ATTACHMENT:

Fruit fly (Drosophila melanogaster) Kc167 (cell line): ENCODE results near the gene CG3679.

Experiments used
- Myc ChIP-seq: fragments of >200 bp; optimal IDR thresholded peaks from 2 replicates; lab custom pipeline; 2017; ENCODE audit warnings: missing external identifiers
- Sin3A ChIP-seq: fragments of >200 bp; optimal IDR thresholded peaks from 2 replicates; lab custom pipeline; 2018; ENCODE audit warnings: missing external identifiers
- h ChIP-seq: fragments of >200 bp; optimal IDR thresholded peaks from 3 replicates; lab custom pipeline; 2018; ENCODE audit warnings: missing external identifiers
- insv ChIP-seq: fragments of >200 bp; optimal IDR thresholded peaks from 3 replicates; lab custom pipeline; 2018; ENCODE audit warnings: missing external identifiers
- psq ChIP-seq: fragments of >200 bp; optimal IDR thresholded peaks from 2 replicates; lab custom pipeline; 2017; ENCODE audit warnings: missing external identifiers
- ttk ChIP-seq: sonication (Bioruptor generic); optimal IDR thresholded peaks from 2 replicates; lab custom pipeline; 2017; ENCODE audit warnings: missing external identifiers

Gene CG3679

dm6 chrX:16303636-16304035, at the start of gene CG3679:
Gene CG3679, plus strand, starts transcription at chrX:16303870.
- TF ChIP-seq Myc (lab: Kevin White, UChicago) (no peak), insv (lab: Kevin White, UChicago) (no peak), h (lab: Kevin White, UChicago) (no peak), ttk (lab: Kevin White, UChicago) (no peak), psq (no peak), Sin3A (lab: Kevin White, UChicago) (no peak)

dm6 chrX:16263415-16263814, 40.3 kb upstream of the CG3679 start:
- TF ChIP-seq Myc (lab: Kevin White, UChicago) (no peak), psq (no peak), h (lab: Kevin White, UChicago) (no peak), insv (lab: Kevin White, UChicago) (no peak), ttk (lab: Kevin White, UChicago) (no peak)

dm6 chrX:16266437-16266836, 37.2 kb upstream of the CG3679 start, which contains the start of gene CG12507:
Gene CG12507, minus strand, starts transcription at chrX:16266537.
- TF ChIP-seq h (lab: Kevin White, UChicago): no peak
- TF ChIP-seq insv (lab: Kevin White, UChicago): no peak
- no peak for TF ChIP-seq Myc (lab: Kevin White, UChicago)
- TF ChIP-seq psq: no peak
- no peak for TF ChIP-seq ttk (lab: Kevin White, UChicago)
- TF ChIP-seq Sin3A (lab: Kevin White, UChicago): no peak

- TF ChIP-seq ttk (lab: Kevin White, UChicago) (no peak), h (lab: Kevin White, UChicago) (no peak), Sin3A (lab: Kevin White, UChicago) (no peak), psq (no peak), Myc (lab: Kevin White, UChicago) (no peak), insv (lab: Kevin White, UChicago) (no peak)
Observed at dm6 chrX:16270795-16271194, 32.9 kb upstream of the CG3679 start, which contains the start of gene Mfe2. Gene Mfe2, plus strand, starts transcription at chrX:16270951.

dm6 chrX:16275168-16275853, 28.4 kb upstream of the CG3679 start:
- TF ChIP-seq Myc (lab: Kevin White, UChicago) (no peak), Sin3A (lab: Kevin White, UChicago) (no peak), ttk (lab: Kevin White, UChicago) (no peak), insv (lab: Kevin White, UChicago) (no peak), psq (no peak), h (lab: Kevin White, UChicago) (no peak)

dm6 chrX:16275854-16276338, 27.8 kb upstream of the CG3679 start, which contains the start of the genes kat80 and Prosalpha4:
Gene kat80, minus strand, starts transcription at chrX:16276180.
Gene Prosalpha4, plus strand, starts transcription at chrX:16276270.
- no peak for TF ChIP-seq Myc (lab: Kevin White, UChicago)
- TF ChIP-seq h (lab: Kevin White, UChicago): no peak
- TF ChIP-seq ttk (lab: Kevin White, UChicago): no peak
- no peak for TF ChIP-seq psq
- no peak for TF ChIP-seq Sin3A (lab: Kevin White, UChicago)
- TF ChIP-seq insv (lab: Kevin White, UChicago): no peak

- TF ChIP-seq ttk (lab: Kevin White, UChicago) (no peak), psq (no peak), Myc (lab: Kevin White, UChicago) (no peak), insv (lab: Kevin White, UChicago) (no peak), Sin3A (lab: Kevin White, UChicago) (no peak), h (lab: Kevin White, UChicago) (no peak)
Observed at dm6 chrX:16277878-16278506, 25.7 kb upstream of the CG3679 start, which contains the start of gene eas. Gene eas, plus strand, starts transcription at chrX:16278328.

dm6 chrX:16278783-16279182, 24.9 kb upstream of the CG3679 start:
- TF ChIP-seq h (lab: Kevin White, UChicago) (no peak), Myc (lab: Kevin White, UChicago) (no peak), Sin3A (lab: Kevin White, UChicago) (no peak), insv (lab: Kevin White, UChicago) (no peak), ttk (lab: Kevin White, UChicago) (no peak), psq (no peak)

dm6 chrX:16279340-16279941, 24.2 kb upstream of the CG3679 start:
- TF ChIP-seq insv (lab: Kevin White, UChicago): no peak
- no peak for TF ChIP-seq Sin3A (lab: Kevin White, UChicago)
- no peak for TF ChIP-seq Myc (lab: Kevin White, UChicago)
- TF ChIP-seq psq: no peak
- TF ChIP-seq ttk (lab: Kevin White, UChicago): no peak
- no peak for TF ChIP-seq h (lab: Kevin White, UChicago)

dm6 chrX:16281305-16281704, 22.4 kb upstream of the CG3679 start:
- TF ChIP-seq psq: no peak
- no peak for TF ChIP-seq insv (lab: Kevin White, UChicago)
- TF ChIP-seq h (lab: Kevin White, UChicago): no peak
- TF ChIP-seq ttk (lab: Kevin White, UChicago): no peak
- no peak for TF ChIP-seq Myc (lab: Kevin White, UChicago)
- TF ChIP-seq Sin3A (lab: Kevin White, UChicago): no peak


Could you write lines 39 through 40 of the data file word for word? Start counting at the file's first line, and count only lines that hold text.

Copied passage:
- TF ChIP-seq h (lab: Kevin White, UChicago) (no peak), Myc (lab: Kevin White, UChicago) (no peak), Sin3A (lab: Kevin White, UChicago) (no peak), insv (lab: Kevin White, UChicago) (no peak), ttk (lab: Kevin White, UChicago) (no peak), psq (no peak)

dm6 chrX:16279340-16279941, 24.2 kb upstream of the CG3679 start: